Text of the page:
Energy & Environment at The Hill

We can build new climate consensus out of wood

Getty Images

In recent weeks, seeds of climate hope have sprung forth from America’s forests. That’s because the White House embrace of the global trillion trees movement, combined with new GOP-led action on forests and climate change in Congress, have created the opportunity to build new climate change consensus out of wood.

But this olive branch has not been accepted by all champions of strong climate policy. In response to this new GOP interest, some have even begun to lampoon tree planting and other forest actions as insignificant, characterizing them as a “distraction” from other actions to reduce greenhouse gases.

While this backlash comes from an understandable place of frustration with climate inaction, it risks breaking this olive branch before we see how it might change the climate conversation for the better. We cannot afford to pass up this vital starting place for shared, bipartisan climate action on a serious climate change solution.

Let’s start with the facts:

  1. There is no published research or credible scientific leader suggesting that forests alone can solve climate change. We must reduce our greenhouse gas emissions to be successful.
  2. There is also no scientific debate about whether forests are a significant contributor to slowing climate change—this is happening already. According to federal data, U.S. forests and forest products currently sequester and store almost 15 percent of America’s carbon dioxide emissions from burning fossil fuels.
  3. Our forests have potential to do even more. Research led by The Nature Conservancy has shown that planting trees and other regenerative forest practices could potentially increase natural carbon capture as much as 40 percent above current levels. The U.S. Midcentury Strategy for Deep Decarbonization, led by the Obama administration, also found that reforesting millions of acres will be needed for America to reach our climate goals.

So let’s move past the suggestion that the trillion trees movement is not a legitimate piece of the climate change puzzle. The tougher question is why some climate advocates are not yet willing to accept “yes” for an answer and embrace bipartisan action on forests and climate change.

After all, when bills on this topic led by Democrats have been introduced this year, the response has been positive. In fact, more than 70 conservation groups, including my own organization, enthusiastically supported the Climate Stewardship Act that would, among other things, fund planting 16 billion trees to boost natural carbon capture.

There is bipartisan support behind two forest-climate bills introduced this year, the Reforestation Act of 2019 and the TREES Act. Both of these bills would increase funding for tree planting, one on our national forests and the other in cities.

Given these scientific and political realities, it is untenable to sweep away the new enthusiasm now coming from all quarters of the Republican Party, including the White House’s commitment to bring U.S. leadership behind a new trillion trees platform,, which was launched by the World Economic Forum at Davos. If we come together as one nation behind forests for climate, we have the opportunity to make a serious dent in the problem and create potential for broader climate action together.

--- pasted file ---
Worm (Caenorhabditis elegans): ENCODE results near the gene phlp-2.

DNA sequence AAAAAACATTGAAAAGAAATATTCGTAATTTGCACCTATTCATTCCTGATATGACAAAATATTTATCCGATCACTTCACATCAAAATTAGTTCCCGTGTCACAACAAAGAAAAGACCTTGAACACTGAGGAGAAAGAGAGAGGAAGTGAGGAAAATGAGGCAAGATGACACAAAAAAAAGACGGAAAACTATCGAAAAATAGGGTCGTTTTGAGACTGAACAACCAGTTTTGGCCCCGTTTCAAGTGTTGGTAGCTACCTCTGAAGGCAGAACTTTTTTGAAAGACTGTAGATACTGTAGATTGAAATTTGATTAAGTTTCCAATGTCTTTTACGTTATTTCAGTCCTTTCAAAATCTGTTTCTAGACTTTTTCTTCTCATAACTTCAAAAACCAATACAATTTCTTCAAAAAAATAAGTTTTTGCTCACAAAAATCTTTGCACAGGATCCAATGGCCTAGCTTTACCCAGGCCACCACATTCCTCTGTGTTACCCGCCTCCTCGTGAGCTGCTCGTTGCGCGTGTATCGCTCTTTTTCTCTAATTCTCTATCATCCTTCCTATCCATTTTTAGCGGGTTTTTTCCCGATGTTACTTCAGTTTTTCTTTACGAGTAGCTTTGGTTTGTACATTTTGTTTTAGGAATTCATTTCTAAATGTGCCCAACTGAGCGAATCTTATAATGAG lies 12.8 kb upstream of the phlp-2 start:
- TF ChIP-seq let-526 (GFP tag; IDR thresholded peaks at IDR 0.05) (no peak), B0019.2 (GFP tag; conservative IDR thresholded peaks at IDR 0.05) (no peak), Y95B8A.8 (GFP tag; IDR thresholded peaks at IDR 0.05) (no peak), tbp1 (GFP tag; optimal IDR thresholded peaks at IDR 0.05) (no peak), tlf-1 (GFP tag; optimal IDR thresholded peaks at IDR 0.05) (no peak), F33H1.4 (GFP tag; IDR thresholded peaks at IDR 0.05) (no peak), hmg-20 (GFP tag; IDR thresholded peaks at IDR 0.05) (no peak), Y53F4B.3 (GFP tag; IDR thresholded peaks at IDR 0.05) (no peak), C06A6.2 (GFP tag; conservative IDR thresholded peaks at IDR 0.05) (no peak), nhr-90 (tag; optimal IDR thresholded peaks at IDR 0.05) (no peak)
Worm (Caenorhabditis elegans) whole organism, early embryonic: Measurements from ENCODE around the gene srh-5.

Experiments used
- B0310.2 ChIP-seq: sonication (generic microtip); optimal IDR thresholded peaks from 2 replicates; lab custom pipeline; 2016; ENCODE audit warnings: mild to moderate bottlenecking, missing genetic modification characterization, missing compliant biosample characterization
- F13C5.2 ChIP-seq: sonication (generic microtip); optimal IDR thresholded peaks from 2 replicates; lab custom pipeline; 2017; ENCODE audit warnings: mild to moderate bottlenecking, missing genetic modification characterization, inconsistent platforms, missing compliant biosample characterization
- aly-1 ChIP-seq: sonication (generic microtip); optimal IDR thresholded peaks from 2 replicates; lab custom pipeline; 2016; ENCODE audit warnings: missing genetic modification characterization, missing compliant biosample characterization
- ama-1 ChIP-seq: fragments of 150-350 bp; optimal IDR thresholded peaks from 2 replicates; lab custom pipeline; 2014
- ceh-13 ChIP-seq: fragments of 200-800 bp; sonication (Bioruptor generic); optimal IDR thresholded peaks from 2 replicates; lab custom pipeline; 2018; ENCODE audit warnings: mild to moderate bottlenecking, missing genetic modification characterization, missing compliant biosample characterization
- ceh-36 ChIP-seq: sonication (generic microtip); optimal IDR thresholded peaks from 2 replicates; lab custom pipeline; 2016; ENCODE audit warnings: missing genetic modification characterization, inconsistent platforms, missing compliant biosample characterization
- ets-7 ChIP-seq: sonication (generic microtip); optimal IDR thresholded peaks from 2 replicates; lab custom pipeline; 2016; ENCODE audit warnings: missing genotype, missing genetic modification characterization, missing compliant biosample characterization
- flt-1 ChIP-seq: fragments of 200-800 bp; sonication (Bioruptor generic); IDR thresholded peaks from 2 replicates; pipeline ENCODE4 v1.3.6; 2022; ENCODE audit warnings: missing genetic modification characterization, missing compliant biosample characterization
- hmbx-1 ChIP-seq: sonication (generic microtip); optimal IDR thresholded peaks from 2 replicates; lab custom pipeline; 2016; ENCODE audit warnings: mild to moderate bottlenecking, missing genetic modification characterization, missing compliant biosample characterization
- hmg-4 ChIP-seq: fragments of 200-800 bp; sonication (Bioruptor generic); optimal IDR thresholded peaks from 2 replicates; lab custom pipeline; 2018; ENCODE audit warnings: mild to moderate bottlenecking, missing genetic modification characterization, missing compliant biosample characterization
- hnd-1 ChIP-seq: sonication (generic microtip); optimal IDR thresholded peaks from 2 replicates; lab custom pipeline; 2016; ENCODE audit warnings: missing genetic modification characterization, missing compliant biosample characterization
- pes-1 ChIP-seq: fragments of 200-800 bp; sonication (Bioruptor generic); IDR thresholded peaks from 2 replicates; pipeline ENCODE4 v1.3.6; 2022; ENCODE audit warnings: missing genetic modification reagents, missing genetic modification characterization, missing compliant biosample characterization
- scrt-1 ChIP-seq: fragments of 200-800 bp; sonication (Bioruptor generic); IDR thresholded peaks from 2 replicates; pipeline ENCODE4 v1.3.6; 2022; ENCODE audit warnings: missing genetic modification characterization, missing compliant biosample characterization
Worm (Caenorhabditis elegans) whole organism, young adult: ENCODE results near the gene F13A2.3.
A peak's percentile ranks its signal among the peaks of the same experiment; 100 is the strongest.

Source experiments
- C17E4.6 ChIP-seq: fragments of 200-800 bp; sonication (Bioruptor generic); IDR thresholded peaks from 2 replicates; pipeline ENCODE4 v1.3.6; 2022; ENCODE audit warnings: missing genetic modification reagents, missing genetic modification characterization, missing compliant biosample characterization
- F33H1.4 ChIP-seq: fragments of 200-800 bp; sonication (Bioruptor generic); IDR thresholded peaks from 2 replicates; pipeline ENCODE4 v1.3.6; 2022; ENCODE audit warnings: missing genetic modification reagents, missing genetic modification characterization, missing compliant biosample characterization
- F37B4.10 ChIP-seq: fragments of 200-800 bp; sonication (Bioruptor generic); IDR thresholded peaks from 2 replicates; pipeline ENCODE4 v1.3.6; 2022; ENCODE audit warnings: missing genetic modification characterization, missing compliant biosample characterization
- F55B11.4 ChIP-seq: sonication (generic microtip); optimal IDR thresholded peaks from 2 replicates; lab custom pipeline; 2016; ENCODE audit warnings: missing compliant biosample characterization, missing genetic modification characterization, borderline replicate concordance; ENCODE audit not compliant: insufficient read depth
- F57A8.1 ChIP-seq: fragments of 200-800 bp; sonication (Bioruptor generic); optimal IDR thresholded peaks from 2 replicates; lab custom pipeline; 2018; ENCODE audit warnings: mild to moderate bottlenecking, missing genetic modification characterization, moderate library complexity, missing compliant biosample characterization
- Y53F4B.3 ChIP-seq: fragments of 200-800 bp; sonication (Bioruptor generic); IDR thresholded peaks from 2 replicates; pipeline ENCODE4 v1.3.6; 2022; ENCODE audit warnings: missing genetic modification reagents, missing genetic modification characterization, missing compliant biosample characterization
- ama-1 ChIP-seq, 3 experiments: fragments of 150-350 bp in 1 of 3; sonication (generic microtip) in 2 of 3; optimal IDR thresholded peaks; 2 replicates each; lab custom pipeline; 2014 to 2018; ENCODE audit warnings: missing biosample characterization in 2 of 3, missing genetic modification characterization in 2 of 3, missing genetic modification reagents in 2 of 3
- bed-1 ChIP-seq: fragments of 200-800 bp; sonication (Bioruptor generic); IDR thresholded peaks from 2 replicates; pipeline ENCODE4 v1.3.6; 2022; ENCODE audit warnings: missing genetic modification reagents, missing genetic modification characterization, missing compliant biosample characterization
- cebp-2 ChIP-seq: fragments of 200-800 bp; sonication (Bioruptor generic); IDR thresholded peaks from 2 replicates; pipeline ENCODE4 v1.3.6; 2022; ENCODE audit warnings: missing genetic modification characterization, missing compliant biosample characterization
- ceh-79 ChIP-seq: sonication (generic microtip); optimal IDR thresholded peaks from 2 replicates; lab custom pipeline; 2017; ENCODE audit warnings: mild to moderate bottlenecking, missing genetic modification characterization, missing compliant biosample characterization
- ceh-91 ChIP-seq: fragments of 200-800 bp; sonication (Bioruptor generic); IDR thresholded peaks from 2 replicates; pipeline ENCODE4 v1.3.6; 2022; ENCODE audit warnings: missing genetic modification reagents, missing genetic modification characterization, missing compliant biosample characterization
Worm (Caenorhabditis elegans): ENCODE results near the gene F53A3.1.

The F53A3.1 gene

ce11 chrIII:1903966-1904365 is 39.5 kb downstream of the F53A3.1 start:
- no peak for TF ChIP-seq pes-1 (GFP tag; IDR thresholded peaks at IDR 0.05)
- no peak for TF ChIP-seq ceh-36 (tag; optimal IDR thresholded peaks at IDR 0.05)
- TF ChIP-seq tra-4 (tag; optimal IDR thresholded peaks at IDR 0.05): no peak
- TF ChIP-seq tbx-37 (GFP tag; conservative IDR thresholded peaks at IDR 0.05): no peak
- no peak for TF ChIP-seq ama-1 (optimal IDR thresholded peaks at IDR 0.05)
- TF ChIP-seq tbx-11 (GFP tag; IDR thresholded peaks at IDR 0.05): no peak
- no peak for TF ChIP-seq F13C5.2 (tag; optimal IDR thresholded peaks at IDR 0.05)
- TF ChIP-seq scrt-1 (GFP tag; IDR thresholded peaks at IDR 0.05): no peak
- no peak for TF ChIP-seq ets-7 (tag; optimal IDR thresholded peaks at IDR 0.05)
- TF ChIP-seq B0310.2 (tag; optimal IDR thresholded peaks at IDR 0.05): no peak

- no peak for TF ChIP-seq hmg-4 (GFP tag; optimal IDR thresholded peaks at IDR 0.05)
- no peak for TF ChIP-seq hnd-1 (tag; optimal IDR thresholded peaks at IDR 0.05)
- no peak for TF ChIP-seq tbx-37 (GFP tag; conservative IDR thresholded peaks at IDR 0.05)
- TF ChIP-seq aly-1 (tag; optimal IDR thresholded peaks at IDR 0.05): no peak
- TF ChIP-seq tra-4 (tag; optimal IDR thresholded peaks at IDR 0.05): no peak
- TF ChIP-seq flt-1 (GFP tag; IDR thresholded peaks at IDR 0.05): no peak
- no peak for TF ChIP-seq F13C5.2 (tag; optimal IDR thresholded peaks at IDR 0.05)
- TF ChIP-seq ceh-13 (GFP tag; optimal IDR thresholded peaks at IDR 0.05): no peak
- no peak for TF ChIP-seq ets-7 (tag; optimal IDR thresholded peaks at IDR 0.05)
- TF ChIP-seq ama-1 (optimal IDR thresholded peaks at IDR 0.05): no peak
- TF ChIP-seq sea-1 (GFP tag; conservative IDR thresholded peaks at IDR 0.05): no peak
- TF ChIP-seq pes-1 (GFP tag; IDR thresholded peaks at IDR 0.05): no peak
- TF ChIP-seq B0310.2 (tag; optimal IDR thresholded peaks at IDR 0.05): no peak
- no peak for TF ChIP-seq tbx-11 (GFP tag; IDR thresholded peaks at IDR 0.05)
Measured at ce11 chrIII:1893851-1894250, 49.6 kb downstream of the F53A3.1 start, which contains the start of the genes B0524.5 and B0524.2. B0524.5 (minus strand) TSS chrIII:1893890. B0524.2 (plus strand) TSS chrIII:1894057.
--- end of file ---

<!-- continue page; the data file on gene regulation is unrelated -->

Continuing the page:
Lost in the current political swirl is the reality that, in embracing forests for climate, many Republicans have spoken more publicly about the dangers of climate change despite push back from some within the party. This shows political courage, and represents a paradigm shift in the climate conversation with help from forests.

But naming the problem is just the start. We then need to agree on steps to solve it. Embracing forests for climate across party lines will demonstrate shared success in delivering climate solutions, and test the political consequences of coming together to meet in the middle. I am betting the nation will love political leaders for it.

The stakes are high and our trees are ready to stand tall in slowing climate change, if we will only help them. Our failure over decades to fully rally federal policies on climate change demonstrates that our democracy is not well-constructed to act quickly and at national scale on a problem that is so diffuse and complex. That’s why we need to do this together, starting with something simple like forests and letting the climate action momentum build with each step. Not a moment to lose.

Jad Daley is the president and CEO of American Forests, the first national conservation organization created in the United States.


The Hill has removed its comment section, as there are many other forums for readers to participate in the conversation. We invite you to join the discussion on Facebook and Twitter.

Most Popular

Load more


See all Video